Re: WWII: Alcoa Pegasus & West Cussetta
Posted by Ron Carlson on April 14, 2019, 9:56 pm, in reply to "WWII: Alcoa Pegasus & West Cussetta"
Hello Mike T, |
I’m sorry not to have responded earlier but sometimes life gets in the way of other things you would like to do.
Are you the Mike of “Find Sam’s Cap”? If so, thanks for leading me to a delightful story. I hope Grandpa Sam is still going strong. And if not … never mind.
Following is some information about Grandpa Sam’s two ships, plus a little bit about one of your grandfather’s voyages.
Class C1-B cargo ship, constructed by Consolidated Steel Corp., Wilmington, CA, completed in April 1943; survived the war; scrapped 1968.
See http://shipbuildinghistory.com/shipyards/emergencylarge/consolidatedwilmington.htm and scroll to hull no. 237.
See http://www.usmm.org/c1ships.html for general information about class C1 ships.
http://drawings.usmaritimecommission.de/drawings_c1.htm for profile drawings of C1 ships; scroll to C1-B / Breakbulk / Consolidated Steel Corp. for details.
I found ALCOA PEGASUS in two short convoys, one in 1943, the other in 1945, both in the Pacific. The 1943 convoy was designated TN-118 (consisting of ten merchant ships and three warship escorts) and ran from Townsville, Australia, on Australia’s northeast coast, to “Fall River,” which turns out to be another name for Milne Bay, New Guinea, at the extreme eastern tip of New Guinea. The convoy sailed between 19 and 23 July 1943. See http://www.convoyweb.org.uk/tn/index.html?tn.php?convoy=118!~tnmain. The later convoy, GI-8, sailed from Hollandia, New Guinea, to Leyte, Philippines, between 31 January and 5 February 1945. See http://www.convoyweb.org.uk/misc/index.html?yy.php?convoy=GI.8!~miscmain. There is no evidence of anything remarkable happening to either convoy. From your information, your grandfather was not aboard ALCOA PEGASUS for either convoy.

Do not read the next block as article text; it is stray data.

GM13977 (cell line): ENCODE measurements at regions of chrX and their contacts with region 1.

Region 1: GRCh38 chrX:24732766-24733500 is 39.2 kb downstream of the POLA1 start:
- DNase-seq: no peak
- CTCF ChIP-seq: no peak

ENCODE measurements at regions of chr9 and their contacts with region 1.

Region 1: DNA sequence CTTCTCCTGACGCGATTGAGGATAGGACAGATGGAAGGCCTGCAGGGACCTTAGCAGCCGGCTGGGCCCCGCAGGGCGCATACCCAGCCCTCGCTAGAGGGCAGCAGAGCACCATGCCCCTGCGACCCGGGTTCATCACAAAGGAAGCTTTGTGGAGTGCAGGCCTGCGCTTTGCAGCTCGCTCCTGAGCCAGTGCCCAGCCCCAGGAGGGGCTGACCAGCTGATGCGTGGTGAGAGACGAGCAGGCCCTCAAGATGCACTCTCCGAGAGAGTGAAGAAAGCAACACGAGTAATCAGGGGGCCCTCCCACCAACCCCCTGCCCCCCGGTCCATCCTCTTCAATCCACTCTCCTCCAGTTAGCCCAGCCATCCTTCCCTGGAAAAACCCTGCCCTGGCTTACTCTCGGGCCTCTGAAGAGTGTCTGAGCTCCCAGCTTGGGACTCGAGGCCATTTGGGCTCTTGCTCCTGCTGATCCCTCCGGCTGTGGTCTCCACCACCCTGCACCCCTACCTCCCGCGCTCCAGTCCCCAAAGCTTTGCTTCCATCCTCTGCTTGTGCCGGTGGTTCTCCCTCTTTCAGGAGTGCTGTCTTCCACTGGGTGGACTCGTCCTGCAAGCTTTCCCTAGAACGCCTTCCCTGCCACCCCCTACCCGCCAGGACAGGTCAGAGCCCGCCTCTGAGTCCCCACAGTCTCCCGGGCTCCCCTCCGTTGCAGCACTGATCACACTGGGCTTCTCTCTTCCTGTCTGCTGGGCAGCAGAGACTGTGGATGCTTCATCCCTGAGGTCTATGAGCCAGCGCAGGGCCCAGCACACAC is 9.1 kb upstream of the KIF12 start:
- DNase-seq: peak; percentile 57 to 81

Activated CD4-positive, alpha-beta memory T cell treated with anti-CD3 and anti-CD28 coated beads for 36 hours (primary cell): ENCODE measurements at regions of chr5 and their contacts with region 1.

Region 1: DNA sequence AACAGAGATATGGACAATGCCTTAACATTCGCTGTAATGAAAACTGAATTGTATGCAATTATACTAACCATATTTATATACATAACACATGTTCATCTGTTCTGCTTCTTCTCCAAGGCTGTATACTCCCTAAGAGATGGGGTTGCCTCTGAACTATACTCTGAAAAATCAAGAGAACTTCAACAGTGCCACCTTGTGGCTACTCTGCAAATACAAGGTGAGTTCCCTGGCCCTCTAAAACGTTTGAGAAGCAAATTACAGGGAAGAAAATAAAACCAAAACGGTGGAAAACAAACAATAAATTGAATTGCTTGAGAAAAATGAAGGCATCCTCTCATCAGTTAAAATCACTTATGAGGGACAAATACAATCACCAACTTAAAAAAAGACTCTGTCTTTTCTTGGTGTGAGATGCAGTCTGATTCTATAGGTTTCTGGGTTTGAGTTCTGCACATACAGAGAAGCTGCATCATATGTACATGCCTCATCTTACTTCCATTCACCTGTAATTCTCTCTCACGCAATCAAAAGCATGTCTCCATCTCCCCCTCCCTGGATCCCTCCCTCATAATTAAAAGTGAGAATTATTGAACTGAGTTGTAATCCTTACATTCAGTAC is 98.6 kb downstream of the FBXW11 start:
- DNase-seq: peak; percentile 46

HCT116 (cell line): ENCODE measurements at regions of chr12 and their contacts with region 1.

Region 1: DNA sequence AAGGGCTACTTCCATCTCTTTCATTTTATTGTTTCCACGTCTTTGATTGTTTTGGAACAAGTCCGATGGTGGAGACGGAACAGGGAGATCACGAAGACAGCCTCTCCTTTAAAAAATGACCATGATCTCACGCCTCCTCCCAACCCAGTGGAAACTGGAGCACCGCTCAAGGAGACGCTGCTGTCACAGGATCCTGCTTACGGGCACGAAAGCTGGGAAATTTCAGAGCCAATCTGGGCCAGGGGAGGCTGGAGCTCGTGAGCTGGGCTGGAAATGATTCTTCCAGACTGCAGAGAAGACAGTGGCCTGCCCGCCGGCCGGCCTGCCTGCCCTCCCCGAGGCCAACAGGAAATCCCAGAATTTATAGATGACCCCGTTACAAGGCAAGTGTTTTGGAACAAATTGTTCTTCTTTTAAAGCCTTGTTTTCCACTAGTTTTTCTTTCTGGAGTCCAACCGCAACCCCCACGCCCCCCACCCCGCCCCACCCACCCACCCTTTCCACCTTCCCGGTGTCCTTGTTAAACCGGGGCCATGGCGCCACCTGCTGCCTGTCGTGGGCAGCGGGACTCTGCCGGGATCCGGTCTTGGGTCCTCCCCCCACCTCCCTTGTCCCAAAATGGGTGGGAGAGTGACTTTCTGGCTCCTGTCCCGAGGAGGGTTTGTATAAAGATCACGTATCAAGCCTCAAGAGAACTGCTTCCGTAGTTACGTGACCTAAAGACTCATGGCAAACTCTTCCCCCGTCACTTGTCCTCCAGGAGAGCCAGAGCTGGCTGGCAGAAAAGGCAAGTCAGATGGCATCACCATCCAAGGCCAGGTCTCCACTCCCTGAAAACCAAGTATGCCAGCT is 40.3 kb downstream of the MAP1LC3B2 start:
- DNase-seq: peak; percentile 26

Cargo ship constructed by the Los Angeles Shipbuilding and Dry Dock Company, Los Angeles, CA, completed in January 1921; survived the war; scrapped 1947.
See http://www.shipbuildinghistory.com/shipyards/large/toddsanpedro.htm and scroll to hull no. 29.
I can find no photographs.